Gear speed is a key factor in the selection of proper oil viscosity. The pitch line velocity determines the contact time between gear teeth. High velocities are generally associated with light loads and very short contact times. For these applications, low-viscosity oils are usually adequate. In contrast, low speeds are associated with high loads and long contact times. These conditions require higher-viscosity oils.
The difference between oil and grease is that grease doesn’t dissipate heat as well as oil does so you end up with a slightly lower operating temperature and thus a slightly lower viscosity. In some gears that doesn’t matter but in other gears it does. If you’ve got a gearbox with an input speed of 60 RPM and an output speed of 40 RPM that does not generate any heat, use grease. If you’ve got a gearbox with a 10,000 RPM input speed, use oil.
What are the most common errors machine builders make when choosing a lubricant or lubricating parts?
I think that one of the most common mistakes that engineers make is not to give the lubricant enough attention at the design stage. Oftentimes they use the same lubricant that they have always used. Meanwhile, the machine may have changed or been designed for a slightly different application, but there is no consideration given to the lubricant in that application.
One of the more common errors is to underestimate the conditions under which the equipment could operate. Lubrication is much easier to accomplish under ideal or typical conditions, but once the equipment is experiencing temperature extremes, run under higher than expected loads, operated at different speeds, or subjected to contamination, the challenge becomes much greater.
— T. S.
The most common mistake is to only consider the lubricant at the end of the design cycle...almost as an afterthought. Subtle changes in the actual design could simplify the lubricant selection and optimize the system for the end user. Some examples are: adding relubrication ports (in and out) which allow easy access and effective relubrication to the lube point, considering seal compatibility to allow the ideal base oil viscosity and type for the lube point, using shielded bearings where there is a high potential for grease migration, shielding/locating the lube point away from a high heat source, and many more.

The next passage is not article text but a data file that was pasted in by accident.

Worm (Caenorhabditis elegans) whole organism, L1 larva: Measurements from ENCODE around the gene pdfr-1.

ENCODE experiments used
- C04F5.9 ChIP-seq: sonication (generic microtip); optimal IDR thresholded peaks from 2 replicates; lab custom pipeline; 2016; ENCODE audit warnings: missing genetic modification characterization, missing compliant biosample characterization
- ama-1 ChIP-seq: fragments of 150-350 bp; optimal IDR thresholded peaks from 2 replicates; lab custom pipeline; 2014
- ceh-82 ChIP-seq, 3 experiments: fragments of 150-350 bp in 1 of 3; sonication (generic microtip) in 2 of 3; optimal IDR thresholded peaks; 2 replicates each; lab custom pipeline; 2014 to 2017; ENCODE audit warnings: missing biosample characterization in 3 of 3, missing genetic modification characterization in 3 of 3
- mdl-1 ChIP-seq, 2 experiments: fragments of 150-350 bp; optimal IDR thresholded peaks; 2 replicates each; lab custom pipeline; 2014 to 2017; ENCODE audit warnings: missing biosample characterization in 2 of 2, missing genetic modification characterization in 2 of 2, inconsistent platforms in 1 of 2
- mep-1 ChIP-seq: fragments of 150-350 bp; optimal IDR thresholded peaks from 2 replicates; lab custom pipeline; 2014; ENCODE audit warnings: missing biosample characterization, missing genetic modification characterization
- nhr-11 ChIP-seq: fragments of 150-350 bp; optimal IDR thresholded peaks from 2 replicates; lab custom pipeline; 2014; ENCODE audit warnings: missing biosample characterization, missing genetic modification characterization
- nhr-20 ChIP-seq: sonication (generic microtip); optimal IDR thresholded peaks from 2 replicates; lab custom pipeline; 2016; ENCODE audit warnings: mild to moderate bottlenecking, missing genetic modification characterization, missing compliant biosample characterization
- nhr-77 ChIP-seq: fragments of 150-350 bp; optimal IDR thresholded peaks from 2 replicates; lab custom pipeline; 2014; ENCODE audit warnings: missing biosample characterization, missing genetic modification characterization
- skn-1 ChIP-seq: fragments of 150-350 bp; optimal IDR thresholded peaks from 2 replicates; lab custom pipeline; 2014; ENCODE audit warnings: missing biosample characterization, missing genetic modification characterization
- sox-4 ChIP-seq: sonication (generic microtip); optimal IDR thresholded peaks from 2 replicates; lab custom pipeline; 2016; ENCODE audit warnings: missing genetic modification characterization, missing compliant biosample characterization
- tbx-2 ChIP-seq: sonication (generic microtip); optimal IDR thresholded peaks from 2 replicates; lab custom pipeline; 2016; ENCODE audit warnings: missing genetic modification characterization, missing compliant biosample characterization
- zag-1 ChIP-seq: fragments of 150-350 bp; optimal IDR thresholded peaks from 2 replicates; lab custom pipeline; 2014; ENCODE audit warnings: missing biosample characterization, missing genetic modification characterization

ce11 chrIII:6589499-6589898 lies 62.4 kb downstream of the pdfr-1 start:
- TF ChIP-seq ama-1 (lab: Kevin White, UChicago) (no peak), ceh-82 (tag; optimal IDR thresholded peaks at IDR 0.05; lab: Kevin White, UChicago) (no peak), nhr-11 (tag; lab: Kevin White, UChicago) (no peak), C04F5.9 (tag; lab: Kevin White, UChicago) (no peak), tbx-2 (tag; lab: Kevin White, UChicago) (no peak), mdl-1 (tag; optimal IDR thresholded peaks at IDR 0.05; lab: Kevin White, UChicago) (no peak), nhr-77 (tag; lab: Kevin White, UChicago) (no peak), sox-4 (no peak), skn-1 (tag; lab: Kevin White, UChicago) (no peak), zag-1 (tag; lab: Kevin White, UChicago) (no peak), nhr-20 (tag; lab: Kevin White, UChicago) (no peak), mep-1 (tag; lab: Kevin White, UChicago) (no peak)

Not considering temperature, duty cycle, not planning for re-lubrication, etc. Any one of these can be detrimental. Know about the environment that the equipment is to operate in; know the duty cycle and plan for it to change—because it will; put visual indicators and switches for remote indication of dirty filters because maintenance is not always done as it should be done. Try to make it as foolproof, but as simple as possible. Most lubrication systems are about getting clean, cool, lube to the place(s) where it is needed. Add a few devices to make sure that the system is working, such as pressure switches, flow switches, temperature switches, etc.
Many customers wish to consolidate and reduce the total number of lubricants used in their facility. While this can usually be done with excellent results, you need to be very careful. Trying to consolidate too much and too quickly can lead to mistakes. I have seen this several times. Don't forget to consider ALL factors for lubricant selection such as water resistance, speed, loads, bearing types, gear types, starting and running torques, seal and paint compatibility, etc. Sometimes there is a benefit to using a couple more lubricants than initially desired in order to avoid lube related problems.
How often is poor choice of lubricant responsible for failures?
There are many factors that can contribute to a failure; however when we conduct an engineering evaluation on a gearbox, the lubrication is one of the first things we look at. Things such as discoloration, metal fragments, lubrication amount, and even odor can provide clues as to the possible root cause of the failure.
Across the entire manufacturing industry, the number of failures and associated costs would be fairly significant. Even after the proper choice of lubricant is made, that choice can be destroyed with contamination or lack of maintenance of the lubricant. Studies have shown that improper lubrication is responsible for as much as 40% of bearing failures while contamination accounts for 25%. The remainder is primarily due to installation errors and overloading/misloading.
— T. S.